When it comes to holiday gifts, there's not much money can't buy...provided you have it in the first place. But if you're on a tight budget this season, a trip to the grocery store and a few hours in the kitchen can yield an impressive pile of presents for cheap. Homemade edible gifts aren't just easy on the wallet, though—they're heartwarming labors of love (or, at least, that's what your friends and family will think). If you have the right recipes in hand, they'll also be far more unique and delicious than their store-bought counterparts. And if you're the least bit crafty, a spool of ribbon and a session of hand-decorating labels can transform even the most ho-hum of condiments, like mayo or barbecue sauce, into charming packages.
Read on for our favorite easy-to-make, easy-to-gift crowd-pleasers, from rich chocolate truffles to creamy caramel to briny, punchy olive tapenade. For a more substantial presentation, just whip up a handful of these recipes in big batches, portion them out into Ball jars and cellophane bags, toss them in a tissue-paper-lined wicker basket, and let the gifting commence.
Homemade granola is an ideal food gift—easy on the eyes, designed to be made in giant batches, and shelf-stable for up to six weeks. But all too often, granola recipes create jagged, overly sweetened oats that taste like a sad and stale crumbled cookie. For a lighter, crisper blend, we soak the grain base—a flavorful mixture of oats and flax, nutty-sweet wheat germ, and faintly floral and crunchy chia seeds—in buttermilk and melted butter. Toasting it low and slow builds caramel notes, while pumpkin seeds, almonds, pecans, dried apricots, dried cherries, and dried blueberries add complexity and textural interest to the mixture.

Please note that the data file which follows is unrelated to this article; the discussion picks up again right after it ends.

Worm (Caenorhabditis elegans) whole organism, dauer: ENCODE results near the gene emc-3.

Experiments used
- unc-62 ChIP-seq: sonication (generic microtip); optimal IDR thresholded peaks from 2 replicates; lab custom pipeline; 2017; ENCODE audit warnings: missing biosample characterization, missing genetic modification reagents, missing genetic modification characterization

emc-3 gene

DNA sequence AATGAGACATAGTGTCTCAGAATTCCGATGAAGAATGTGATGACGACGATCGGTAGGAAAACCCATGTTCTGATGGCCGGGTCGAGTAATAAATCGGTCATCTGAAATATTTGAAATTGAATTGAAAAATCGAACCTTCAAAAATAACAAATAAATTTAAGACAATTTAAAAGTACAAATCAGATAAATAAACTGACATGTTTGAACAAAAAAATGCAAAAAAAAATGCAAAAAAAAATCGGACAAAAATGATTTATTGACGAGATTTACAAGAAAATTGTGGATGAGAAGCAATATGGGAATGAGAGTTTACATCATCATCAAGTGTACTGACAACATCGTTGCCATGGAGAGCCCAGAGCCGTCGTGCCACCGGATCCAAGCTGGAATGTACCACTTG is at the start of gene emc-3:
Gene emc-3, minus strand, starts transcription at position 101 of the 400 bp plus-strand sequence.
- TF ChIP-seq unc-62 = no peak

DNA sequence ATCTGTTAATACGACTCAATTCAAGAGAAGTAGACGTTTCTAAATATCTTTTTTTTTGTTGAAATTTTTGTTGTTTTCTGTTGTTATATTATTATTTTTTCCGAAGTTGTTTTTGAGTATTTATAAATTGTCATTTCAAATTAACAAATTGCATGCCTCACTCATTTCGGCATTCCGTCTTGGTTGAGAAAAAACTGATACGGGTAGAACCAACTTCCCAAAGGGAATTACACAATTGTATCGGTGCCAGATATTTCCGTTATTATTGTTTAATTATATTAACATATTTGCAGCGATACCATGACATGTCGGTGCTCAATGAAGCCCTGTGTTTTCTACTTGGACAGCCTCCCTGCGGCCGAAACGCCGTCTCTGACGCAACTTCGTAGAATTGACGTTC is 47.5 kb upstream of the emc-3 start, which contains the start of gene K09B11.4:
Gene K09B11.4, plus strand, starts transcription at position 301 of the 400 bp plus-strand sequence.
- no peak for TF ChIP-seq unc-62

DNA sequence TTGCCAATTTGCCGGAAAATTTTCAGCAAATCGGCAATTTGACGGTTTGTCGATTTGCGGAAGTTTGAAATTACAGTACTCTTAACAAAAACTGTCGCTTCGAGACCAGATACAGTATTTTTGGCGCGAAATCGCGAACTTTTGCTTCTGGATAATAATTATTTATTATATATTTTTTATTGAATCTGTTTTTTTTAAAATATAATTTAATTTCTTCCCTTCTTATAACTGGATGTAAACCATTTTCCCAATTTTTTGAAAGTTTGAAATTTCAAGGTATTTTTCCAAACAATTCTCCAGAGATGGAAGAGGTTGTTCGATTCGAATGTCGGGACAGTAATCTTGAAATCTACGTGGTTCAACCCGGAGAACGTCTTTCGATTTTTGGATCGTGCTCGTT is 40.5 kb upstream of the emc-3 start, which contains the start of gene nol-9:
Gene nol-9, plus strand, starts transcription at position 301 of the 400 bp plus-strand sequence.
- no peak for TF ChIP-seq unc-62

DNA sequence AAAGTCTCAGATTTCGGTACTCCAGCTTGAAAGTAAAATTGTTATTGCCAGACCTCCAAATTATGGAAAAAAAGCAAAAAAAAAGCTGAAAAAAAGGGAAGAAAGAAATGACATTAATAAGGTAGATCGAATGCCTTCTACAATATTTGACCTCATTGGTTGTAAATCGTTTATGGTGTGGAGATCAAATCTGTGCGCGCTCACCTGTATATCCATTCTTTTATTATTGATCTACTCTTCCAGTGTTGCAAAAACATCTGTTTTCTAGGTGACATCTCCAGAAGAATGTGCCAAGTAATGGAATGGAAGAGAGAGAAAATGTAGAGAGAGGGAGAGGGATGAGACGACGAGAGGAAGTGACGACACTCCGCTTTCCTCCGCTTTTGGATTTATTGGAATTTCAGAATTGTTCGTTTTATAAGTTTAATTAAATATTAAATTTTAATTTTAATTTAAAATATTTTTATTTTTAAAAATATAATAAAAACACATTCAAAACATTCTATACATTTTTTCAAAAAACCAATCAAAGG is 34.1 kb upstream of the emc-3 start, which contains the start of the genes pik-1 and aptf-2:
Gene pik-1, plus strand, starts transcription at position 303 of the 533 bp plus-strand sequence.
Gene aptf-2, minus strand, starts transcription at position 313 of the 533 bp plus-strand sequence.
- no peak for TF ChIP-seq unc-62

This stuff is bananas: a spread with the texture of peanut butter, but the flavor of a nutty-sweet speculoos cookie. For those of you who are addicted to Biscoff (or our DIY version of the Belgian classic), this one's a no-brainer. For that matter, it should be a no-brainer no matter who you are. Pack it up in jars, and keep it handy to spread on white bread, French toast, fresh fruit, or—gasp—MORE COOKIE.
It doesn't get much more budget-friendly than a recipe that calls for literally nothing beyond granulated sugar and a stint in the oven. Load up a baking dish with a few pounds of sugar, and let it toast at a low 300°F (150°C) for anywhere from two to five hours, stirring occasionally. The result is a richly caramel-flavored sugar with a subdued, more subtle sweetness. Your recipient can use it as a one-to-one substitute for plain sugar—it's key to our Perfect Swiss Meringue, but it'll play just as well in coffee or in their favorite batch of cookies.
Stop chucking your lemon rinds and start saving them up for a big batch of this brightly tart-sweet syrup. We toss the used rinds with about half their weight in sugar for a deeply flavorful, colorful extract—no juice, added flavorings, or dyes required. The resulting syrup bottles beautifully and lasts in the fridge for up to three months. It can be used as a mixer in any cocktail where a hint of citrus would be welcome, or added to an addictive batch of whipped cream. Don't have any leftover rinds? The same principle, applied to freshly cut whole lemons, will yield an electrifying batch of lemonade (and it works wonders with limes as well).